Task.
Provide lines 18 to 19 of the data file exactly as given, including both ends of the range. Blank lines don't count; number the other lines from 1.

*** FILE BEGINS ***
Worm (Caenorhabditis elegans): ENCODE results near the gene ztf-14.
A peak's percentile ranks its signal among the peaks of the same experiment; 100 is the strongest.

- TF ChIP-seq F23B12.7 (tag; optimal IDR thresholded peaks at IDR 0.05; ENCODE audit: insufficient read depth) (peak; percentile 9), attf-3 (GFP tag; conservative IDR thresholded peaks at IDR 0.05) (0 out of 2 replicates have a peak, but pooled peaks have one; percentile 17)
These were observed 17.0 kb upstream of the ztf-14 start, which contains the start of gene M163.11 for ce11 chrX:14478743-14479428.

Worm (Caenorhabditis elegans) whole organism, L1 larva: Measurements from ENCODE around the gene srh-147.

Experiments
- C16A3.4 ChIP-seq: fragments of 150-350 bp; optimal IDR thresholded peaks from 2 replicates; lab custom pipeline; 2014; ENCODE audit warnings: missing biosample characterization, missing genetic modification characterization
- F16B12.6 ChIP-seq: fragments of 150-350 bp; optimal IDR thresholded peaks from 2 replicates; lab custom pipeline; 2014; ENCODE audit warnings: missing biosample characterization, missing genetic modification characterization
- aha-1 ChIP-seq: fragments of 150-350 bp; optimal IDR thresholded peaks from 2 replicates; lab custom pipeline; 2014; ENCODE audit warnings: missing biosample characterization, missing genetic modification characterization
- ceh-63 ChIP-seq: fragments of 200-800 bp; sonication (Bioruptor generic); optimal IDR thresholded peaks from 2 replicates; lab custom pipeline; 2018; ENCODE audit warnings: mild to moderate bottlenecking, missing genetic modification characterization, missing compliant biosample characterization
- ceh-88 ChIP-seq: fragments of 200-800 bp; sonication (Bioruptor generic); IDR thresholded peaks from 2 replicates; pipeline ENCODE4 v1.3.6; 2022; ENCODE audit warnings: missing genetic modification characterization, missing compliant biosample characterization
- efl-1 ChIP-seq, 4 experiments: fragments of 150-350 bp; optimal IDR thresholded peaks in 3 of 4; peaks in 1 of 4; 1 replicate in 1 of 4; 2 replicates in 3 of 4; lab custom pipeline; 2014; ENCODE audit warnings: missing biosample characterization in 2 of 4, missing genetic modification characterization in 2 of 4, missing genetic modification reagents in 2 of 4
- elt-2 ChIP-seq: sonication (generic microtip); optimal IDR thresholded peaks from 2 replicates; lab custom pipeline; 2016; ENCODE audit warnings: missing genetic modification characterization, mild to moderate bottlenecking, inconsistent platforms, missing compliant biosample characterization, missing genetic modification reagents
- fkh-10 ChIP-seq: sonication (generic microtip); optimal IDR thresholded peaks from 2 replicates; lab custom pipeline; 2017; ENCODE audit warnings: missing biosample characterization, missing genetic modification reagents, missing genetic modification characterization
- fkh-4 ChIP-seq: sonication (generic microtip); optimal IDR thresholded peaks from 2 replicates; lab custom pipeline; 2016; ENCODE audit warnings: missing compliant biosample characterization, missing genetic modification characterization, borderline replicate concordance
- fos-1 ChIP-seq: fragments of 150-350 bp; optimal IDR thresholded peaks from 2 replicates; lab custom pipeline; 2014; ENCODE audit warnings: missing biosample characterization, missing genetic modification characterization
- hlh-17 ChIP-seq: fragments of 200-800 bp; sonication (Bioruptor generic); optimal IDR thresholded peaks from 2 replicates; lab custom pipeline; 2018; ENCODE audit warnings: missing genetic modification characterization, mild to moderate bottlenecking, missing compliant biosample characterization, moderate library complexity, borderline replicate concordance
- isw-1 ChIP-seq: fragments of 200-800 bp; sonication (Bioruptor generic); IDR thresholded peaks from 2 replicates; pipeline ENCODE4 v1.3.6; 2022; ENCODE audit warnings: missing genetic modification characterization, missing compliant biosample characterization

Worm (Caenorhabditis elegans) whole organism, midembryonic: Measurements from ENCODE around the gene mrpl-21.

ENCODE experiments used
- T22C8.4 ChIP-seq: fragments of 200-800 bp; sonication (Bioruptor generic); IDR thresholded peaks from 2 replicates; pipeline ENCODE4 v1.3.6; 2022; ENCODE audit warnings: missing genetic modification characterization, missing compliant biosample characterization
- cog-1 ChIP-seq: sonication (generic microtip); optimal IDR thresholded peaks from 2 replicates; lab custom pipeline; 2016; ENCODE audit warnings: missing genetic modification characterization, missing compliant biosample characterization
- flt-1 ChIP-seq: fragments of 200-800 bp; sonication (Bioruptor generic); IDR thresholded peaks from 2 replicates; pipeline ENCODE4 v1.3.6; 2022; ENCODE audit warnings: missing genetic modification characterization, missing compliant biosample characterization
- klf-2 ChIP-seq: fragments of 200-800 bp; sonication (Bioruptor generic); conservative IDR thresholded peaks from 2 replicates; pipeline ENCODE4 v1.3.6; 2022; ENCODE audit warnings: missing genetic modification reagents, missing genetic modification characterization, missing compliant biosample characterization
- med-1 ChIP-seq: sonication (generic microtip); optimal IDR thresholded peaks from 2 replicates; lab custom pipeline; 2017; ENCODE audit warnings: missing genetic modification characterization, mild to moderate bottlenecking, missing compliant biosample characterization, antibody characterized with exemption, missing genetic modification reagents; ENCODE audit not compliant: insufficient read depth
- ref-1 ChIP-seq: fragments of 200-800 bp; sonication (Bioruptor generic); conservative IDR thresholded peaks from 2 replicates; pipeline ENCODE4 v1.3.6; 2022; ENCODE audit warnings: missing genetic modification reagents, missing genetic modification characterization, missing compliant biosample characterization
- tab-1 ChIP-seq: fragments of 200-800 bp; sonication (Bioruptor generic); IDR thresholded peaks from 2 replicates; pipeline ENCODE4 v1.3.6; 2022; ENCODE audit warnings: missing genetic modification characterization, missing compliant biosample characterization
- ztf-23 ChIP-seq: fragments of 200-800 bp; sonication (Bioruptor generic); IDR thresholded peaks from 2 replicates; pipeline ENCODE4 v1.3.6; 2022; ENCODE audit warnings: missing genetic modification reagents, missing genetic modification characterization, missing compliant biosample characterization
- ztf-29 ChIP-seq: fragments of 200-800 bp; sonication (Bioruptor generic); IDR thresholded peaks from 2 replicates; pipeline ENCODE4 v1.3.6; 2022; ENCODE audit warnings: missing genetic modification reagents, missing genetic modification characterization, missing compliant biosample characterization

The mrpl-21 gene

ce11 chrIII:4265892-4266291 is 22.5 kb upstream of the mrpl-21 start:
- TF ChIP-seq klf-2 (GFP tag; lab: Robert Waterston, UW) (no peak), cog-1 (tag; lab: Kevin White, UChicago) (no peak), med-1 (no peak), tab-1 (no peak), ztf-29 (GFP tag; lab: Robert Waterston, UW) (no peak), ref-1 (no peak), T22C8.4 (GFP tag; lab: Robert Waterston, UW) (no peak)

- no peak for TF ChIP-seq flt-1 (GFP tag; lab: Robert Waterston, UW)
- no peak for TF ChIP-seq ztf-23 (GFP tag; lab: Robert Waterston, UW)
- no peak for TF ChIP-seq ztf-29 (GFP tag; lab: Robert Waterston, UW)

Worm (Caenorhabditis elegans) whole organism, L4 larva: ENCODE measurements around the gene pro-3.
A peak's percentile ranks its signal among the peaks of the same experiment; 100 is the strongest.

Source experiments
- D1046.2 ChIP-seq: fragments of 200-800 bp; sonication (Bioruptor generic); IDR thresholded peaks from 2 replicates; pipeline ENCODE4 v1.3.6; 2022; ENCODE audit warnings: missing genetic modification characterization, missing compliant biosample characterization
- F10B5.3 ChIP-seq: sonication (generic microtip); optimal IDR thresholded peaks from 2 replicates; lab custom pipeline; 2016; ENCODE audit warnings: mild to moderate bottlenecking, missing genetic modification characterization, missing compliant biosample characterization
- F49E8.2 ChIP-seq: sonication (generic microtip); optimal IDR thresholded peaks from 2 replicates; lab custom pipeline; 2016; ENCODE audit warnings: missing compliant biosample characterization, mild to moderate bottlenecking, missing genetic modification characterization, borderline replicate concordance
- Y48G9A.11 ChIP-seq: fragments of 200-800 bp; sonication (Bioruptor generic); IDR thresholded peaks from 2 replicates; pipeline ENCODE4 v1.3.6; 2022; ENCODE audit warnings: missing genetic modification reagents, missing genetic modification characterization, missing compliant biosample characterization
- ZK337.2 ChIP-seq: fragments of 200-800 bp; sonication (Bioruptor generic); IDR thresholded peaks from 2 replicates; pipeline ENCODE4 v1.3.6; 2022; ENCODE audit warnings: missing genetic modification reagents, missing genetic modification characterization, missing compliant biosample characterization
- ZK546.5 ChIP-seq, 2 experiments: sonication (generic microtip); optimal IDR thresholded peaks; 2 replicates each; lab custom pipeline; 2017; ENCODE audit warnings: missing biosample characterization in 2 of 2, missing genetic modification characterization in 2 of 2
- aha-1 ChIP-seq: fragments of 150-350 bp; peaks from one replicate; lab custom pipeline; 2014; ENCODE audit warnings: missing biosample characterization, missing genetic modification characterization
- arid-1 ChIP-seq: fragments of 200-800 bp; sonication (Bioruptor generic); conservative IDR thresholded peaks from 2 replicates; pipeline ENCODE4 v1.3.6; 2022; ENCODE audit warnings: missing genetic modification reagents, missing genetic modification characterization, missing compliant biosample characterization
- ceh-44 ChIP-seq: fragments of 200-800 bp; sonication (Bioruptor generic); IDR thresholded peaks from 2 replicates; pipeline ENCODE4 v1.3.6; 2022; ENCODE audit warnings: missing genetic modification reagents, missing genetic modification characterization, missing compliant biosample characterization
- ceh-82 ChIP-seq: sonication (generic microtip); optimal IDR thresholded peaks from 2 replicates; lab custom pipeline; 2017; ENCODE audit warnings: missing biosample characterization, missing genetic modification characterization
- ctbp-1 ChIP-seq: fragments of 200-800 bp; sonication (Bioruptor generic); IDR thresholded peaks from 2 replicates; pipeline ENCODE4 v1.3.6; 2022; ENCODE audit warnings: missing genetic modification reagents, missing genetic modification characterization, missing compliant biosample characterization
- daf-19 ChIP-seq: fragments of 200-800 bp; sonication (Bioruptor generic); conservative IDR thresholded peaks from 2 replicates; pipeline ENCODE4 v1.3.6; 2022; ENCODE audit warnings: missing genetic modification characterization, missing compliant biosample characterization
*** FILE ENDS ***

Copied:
- isw-1 ChIP-seq: fragments of 200-800 bp; sonication (Bioruptor generic); IDR thresholded peaks from 2 replicates; pipeline ENCODE4 v1.3.6; 2022; ENCODE audit warnings: missing genetic modification characterization, missing compliant biosample characterization

Worm (Caenorhabditis elegans) whole organism, midembryonic: Measurements from ENCODE around the gene mrpl-21.